Searching for a profound understanding of how to make customers’ real-life experiences more valuable for them leads ultimately to a good place for any business — making money.
Companies that look inwards
With too much inward focus a company tends to do what it likes doing, or what it thinks it can do better than its competitors.
It knows its products, services, technologies and operational capabilities. It knows its position and strength in the market. It usually knows what its existing customers are asking for and what they expect. But it rarely asks what experiences potential customers value most.
A company like this tends to repeat what worked before. It might change its products, services or processes but without a proven understanding of what its customers value, it struggles to find the real key success factors.
Companies that look in the mirror
A company looking inwards tends to design solutions that leverage resident know-how to increase its competitive differentiation or to achieve lower costs than competitors. Solutions are often implemented without the problem being clearly defined or understood.
When a company like this decides to become driven by its customers rather than by its product, services, and processes, the notion of being in touch with customers often proves to be an illusion — go ask the customer, listen to them, do as they say and all will be well — seldom works out that way.
What they actually become is customer-compelled. Solutions simply respond to customer demands or expectations. These solutions rarely solve the right problem.
Because the same wrong question gets asked — what products or services should we develop and how?
While looking inwards a company answers this wrong question based on its own biases. When it’s compelled by customers, a company asks the customer to answer it. Basically, the company asks the customer to hold up a mirror so it can continue to gaze at itself. There might be an intensity of interest as they ask customers what they want but then the company does exactly what it would’ve done anyway.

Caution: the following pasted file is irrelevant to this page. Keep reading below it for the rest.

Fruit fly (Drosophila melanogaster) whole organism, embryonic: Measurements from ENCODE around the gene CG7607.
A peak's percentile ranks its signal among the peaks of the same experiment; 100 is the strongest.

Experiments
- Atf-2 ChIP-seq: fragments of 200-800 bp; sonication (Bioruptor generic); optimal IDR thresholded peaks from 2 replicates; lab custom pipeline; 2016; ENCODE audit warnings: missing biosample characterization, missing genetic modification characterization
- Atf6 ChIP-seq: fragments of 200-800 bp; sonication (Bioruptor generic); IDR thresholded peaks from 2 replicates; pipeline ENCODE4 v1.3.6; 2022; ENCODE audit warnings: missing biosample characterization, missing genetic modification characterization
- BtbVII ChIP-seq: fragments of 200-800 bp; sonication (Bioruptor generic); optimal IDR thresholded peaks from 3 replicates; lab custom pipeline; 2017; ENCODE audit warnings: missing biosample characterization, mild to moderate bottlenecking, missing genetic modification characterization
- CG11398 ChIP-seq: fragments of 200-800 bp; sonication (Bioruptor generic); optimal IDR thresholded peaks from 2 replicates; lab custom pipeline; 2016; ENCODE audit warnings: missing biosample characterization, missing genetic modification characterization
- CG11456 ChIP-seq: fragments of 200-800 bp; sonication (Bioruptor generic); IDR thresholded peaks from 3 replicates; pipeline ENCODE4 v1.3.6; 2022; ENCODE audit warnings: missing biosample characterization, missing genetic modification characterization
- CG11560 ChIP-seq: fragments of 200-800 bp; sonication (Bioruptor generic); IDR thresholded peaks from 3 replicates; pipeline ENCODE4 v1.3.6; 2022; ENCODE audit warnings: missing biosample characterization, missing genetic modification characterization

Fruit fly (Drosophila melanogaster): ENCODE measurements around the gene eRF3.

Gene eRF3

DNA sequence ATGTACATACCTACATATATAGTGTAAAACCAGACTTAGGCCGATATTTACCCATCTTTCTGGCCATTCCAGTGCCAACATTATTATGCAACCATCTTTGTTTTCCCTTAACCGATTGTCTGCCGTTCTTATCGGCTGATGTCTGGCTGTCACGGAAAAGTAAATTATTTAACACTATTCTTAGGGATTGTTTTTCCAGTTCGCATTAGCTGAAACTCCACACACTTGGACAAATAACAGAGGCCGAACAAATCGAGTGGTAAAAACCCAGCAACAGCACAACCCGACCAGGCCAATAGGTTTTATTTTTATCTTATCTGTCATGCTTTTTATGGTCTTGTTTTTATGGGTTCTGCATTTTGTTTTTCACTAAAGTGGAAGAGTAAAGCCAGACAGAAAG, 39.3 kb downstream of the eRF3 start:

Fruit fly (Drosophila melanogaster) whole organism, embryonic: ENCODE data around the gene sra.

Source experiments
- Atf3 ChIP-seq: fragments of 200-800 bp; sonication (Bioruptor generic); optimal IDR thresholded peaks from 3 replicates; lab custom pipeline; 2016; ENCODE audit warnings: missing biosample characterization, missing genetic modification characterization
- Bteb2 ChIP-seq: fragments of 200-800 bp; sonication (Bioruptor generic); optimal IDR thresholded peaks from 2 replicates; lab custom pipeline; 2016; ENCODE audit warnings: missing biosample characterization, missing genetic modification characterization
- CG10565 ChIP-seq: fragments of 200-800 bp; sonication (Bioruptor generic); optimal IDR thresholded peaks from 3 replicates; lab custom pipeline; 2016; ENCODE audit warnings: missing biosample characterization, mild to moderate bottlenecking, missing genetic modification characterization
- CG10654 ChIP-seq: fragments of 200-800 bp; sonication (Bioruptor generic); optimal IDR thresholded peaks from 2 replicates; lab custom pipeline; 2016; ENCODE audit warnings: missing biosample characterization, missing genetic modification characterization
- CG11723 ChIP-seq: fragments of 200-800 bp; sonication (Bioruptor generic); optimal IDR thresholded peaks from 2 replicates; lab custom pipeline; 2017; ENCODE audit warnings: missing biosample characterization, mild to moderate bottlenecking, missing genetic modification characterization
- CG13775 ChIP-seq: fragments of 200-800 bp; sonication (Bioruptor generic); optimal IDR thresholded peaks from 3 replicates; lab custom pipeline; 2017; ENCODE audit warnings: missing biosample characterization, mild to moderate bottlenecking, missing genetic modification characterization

Companies that look go back and forth
Flitting between doing what it wants and responding to every customer whim causes indecision and confusion — ill-informed decisions are made, any reorganisation is misguided, and more operational waste is introduced. All this contributes to a lower probability of success. This isn’t a setup that delivers winning value propositions.
Weak innovations barely enhance the delivery of existing value. Technology and product development operate without intimate knowledge of customers and their experiences.
Support staff are bombarded with customer suggestions and retaliate with satisfaction surveys; they do little to enhance or even transform customer experiences.
Operations and billing staff rarely get a glimpse of the real life of customers.
Marketing staff don’t try to convince potential customers of superior experiences. They judge their success by the popularity or creativity of their advertising campaigns rather than by their ability to communicate the right value proposition, while the sales force are preoccupied with the numbers in their sales plans.
Delivering profitable value
Figuring out the right questions to ask and how to answer them profitably is the very essence of doing good business, as opposed to making bad profits. It’s easier to get the right answers when you can ask the right questions regularly.
In that sense, conducting business is about the exploration and improvement of customer experiences. Matching what customers demand or supposedly want against the characteristics of a company’s products and services, or identifying generic customer needs or benefits that are unspecific and ambiguous, provides no actionable business direction. Put the mirror down long enough to understand deeply and act decisively on the specific experiences customers most value.
The place to be is with the customers
Value resides in the customer experiences. That’s where the action is at. Delving into potential customers’ past and current experiences, and other experiences they haven’t had yet is the most effective way to discover which experiences deliver more value for them. Focusing internally or being compelled to do what customers want doesn’t help. One must become a customer rather than just listen to them.
Honda knows this to be true:
A team of Honda employees staked out in a grocery store’s car park videotaping people loading groceries into the boot of their cars. Different cars, different consumers, different grocery bags.
Back in Tokyo, Honda engineers and other managers, designing the next model watched these videos. Some people struggled to get their bags into the boot. Some arranged their plastic carrier bags to keep them from tipping over. At night, some people peered into the boot as they tried to arrange bags at the back. A few paused, rested a bag on the back bumper to lift the boot lid again after it partially closes. For a few others the shopping trolley rolled a few feet away as they loaded their car. These motorists aren’t telling Honda their car boot needs or their desired benefits in a car boot. They’re simply living part of their car experience.
Watching these videos, the Honda engineers and other managers vicariously lived the experience as well, by putting themselves in the customers’ shoes. They could see and feel what’s imperfect in the experiences. Then they could envision how a superior boot-loading experience would look for these motorists.
The right question to ask is what would customers perceive to be the most valuable outcomes from their experiences?
Author: Digital Outlaw. Business Innovator. Change Maker. Making Life Brighter | Beer Snob. Foodsmith | Welshman in London and Vienna ? Simon Baker